Branson became a part of an effort by his church and the local synagogue to create an Interfaith Housing Association, a shelter and food bank with social resources. “In those days,” he says, “it was one of only four suburban communities in the whole country to have a homeless shelter. “
Branson quickly segues to what his double vision has observed now in Greenwich.
“There is in fact a whole sub-current of folks also in Greenwich who are oftentimes invisible to us who nevertheless call Greenwich their home. Some of these folks serve us – they weed our gardens, mow our lawns, they clean our homes, all that layer of services. They are very much a part of our lives even though we may not at first see them or choose not to see them. Without them our lives would be significantly diminished. We couldn’t indeed work the hours that men and women work here in Greenwich without these persons.”
Though he finds no equivalent in Greenwich to Westport’s Interfaith Housing Association, he praised the Neighbor to Neighbor program that Christ Church developed to respond to the needs of that “subcurrent of folks.” “Neighbor to Neighbor feeds 800 people a month, and it works glove in hand with the Department of Social Services here in Greenwich.”
Branson and his wife actually retired to North Carolina in 2012 but he can’t seem to retire that calling, having since served as interim rector in Lake Forest, Illinois, then Alexandria, Virginia, and lastly at his now home base in North Carolina. He describes North Carolina as “a much more churched state than Connecticut.” “Their relationship to the earth was not that long ago, whether they were growing tobacco or whether they were growing cotton, the agricultural products that sustain their lives. Here, land represents recreation, as opposed to production.” Folks in Fairfield County he sees as oriented to New York City. “It’s the urban pull.”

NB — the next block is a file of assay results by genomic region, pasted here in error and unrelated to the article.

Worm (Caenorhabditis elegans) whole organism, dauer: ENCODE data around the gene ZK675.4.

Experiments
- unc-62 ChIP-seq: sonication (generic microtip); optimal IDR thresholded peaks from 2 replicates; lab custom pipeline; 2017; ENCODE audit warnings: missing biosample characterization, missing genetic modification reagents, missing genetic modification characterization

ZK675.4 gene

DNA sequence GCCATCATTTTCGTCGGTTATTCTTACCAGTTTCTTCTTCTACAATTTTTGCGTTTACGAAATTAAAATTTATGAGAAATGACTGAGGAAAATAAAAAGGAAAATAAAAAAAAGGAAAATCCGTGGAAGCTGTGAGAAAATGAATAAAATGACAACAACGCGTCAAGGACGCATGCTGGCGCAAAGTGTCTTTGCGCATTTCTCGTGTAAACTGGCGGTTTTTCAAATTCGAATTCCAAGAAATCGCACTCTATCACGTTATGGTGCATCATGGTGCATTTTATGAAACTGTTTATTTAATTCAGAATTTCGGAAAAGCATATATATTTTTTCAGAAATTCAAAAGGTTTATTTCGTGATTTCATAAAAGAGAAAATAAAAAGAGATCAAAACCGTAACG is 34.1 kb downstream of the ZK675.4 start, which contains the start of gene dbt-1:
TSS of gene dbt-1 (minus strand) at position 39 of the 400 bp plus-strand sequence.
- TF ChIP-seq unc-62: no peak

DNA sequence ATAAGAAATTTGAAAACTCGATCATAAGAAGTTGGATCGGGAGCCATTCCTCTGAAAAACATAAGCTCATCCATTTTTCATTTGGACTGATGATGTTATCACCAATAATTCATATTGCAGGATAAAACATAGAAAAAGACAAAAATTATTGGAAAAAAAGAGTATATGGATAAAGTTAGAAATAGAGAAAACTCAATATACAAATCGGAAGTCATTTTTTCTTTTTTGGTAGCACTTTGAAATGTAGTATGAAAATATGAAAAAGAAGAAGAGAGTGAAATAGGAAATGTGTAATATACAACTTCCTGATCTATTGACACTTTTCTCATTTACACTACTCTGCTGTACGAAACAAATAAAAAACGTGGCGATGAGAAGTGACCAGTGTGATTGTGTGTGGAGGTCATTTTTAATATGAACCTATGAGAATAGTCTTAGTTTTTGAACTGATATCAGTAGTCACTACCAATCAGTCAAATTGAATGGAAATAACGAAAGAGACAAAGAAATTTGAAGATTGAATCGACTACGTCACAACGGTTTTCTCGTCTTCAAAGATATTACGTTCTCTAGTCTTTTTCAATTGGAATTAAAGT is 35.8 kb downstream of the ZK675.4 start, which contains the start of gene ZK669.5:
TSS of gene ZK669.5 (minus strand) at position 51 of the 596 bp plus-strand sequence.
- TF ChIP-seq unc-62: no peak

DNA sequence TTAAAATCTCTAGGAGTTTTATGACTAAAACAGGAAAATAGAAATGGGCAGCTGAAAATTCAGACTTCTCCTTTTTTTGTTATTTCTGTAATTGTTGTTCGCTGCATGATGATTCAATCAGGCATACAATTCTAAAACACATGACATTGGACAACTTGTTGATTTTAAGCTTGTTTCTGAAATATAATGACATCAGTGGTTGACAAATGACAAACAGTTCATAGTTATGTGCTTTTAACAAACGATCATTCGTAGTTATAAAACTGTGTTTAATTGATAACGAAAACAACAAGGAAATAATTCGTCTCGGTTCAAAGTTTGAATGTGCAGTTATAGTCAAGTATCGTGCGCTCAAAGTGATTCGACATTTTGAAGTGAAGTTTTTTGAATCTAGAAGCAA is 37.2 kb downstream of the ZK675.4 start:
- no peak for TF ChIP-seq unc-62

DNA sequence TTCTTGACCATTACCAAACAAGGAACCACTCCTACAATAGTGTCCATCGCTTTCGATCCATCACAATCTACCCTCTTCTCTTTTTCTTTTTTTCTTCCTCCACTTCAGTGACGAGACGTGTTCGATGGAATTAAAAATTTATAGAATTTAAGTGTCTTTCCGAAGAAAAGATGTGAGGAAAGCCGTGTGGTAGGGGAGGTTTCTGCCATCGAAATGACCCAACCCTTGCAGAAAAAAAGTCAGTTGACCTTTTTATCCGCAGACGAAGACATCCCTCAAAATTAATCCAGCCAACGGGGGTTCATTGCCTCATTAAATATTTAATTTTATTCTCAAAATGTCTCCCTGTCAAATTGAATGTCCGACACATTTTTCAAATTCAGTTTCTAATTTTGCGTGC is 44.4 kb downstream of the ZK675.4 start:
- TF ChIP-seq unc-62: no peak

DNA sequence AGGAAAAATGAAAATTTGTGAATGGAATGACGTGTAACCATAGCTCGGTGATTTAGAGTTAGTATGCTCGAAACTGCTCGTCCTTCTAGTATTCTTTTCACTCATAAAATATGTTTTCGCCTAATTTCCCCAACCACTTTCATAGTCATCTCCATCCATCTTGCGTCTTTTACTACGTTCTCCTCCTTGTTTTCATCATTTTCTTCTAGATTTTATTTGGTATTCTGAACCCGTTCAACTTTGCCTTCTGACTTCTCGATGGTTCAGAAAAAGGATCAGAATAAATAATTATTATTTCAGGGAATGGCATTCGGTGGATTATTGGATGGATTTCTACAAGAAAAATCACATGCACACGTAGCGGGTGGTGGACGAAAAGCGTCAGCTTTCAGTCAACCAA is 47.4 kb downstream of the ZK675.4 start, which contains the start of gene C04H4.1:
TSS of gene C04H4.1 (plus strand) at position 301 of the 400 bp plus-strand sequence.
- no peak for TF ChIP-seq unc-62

Branson’s present assignment at Christ Church is an open-ended one, he says, “a year or a year-and-a-half or 13 months or something like that. When Christ Church calls their next rector will be the time my wife and I will slip out the back door.” But hopefully, not before spring as that’s when their Westport-based daughter is getting married. And who knows if this will be Branson’s last calling, at age 69. “I love parish ministry,” he says. “It’s such a privilege to walk the walk of faith in people’s lives, when we’re joyous and happy, and especially when we’re less so, when we’re confronted by illness, and crisis of various types, and of course of death itself. It’s a great privilege to offer the good news in those times and occasions.”
Postscript: On Saturday, Nov.4, Rev’d John Branson will lead a half-day retreat of “quiet and reflection in preparation for Advent and Christmas” featuring poet W. H. Auden’s prose poem, “For the Time Being; A Christmas Oratorio,” a retelling of the story of the Nativity with “fascinating insights.” From 9 a.m. to 1 p.m. at the Tomes-Higgins House. For more information, call Christ Church at 203-869-6600.